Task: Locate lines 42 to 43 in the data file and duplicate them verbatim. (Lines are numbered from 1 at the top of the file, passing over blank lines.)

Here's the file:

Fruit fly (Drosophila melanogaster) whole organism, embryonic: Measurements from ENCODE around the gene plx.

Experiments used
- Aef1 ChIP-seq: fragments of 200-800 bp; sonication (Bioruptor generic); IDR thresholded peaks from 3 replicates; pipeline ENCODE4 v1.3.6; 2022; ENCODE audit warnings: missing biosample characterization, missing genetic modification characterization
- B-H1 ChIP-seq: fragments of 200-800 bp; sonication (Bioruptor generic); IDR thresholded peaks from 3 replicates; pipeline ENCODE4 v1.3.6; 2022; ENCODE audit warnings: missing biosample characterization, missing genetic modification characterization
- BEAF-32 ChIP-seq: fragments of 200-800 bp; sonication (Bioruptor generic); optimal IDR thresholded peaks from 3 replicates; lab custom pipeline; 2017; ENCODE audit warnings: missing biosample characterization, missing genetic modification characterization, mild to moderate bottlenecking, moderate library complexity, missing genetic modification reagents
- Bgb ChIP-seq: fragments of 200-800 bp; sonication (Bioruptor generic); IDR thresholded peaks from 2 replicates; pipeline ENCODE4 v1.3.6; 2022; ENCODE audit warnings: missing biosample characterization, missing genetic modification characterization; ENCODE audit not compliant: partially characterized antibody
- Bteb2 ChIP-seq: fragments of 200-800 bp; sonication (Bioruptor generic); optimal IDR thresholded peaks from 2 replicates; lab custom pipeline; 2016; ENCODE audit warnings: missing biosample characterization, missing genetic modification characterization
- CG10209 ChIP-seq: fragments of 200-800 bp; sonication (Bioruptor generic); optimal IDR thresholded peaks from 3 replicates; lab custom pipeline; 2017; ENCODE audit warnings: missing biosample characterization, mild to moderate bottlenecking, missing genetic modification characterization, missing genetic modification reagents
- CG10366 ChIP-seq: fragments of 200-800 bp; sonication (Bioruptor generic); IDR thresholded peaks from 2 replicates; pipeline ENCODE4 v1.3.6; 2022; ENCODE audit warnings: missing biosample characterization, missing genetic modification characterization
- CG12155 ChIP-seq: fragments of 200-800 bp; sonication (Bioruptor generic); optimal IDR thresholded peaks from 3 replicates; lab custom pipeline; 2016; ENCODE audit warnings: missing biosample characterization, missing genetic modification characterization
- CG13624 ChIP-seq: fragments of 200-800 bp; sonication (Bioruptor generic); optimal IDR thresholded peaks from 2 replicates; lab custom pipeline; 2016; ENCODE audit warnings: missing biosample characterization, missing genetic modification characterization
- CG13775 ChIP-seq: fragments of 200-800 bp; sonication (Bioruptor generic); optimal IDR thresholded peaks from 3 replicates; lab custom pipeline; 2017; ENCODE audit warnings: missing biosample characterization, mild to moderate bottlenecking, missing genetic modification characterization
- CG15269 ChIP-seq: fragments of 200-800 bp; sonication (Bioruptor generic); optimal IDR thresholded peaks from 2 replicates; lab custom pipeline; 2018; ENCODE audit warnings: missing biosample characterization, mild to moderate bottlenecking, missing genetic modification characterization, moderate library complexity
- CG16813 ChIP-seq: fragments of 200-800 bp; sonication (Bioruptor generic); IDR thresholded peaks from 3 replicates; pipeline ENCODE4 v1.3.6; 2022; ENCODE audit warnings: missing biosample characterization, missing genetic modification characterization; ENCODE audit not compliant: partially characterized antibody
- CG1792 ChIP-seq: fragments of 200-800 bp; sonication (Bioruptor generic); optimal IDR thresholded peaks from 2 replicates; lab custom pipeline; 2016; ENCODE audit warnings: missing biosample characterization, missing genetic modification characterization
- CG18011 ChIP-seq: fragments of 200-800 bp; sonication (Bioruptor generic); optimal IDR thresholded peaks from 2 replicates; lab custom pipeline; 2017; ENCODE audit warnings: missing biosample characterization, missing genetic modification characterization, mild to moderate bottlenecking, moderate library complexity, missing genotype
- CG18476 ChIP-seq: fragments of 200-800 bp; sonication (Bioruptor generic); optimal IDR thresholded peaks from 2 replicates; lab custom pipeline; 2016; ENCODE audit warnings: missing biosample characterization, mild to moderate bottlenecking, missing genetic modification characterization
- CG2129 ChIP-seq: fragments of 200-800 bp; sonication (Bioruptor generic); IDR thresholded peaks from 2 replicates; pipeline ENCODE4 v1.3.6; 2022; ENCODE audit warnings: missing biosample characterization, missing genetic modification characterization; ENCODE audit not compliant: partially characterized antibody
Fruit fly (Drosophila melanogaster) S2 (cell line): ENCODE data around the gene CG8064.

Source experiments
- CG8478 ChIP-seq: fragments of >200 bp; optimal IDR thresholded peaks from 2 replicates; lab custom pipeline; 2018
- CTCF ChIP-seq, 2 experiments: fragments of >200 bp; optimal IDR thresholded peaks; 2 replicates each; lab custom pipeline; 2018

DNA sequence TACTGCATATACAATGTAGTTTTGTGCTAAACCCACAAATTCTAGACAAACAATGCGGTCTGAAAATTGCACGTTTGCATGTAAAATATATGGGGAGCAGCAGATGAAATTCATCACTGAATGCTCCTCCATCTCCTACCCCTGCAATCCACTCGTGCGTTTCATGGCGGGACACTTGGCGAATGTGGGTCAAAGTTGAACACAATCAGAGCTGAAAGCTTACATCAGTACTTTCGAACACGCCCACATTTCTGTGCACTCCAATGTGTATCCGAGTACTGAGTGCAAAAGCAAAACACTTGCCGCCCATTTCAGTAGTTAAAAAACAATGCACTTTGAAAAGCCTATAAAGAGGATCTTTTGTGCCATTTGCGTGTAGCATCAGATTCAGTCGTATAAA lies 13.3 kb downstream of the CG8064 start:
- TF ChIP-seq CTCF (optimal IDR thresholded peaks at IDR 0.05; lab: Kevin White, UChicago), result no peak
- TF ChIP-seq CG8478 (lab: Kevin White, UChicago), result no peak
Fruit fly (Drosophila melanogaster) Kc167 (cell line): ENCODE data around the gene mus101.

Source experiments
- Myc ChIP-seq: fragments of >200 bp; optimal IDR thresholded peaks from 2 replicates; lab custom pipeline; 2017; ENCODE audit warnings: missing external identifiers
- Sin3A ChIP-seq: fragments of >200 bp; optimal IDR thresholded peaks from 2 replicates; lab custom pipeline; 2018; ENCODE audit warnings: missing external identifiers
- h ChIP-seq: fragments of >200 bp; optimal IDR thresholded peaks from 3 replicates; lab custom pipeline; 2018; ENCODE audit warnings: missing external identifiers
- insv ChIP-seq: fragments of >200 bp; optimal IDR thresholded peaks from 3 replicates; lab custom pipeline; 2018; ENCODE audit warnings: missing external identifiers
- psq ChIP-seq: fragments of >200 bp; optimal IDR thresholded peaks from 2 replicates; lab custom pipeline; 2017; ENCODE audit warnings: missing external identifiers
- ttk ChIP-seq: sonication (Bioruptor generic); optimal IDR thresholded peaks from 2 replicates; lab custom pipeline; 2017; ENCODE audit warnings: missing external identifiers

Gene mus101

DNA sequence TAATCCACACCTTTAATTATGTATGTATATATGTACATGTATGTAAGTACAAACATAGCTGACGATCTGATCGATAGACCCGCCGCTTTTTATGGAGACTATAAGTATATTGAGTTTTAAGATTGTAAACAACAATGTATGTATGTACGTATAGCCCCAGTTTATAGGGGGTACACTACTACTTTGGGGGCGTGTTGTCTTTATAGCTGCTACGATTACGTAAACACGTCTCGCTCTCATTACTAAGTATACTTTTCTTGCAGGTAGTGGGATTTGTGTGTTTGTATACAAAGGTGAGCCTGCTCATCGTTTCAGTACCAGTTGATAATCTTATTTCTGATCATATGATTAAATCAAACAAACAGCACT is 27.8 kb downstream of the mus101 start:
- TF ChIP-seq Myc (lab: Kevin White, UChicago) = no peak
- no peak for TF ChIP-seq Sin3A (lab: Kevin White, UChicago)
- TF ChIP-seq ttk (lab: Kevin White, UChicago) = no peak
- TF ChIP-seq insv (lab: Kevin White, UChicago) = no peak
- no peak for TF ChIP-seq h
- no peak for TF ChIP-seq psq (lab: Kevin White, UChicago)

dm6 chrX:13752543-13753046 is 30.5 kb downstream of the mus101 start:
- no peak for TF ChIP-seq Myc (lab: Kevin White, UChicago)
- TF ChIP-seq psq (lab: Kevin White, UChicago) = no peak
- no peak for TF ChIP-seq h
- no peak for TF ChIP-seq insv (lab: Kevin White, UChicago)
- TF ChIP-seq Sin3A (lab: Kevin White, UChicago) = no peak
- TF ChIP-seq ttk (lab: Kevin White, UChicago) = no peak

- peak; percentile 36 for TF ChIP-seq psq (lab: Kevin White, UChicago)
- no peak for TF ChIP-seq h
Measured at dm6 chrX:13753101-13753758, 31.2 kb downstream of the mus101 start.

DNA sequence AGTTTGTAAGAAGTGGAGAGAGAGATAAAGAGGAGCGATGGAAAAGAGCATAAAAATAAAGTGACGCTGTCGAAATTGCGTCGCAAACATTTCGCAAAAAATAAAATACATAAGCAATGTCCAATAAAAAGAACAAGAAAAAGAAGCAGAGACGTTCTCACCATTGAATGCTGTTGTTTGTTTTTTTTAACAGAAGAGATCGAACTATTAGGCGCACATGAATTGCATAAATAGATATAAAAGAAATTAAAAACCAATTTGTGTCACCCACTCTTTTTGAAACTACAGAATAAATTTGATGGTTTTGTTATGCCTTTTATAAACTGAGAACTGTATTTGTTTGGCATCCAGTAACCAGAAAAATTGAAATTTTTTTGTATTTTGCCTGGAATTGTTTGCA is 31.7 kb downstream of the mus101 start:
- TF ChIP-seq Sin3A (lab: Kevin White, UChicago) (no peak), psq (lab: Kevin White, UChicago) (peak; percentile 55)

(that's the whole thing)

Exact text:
dm6 chrX:13752543-13753046 is 30.5 kb downstream of the mus101 start:
- no peak for TF ChIP-seq Myc (lab: Kevin White, UChicago)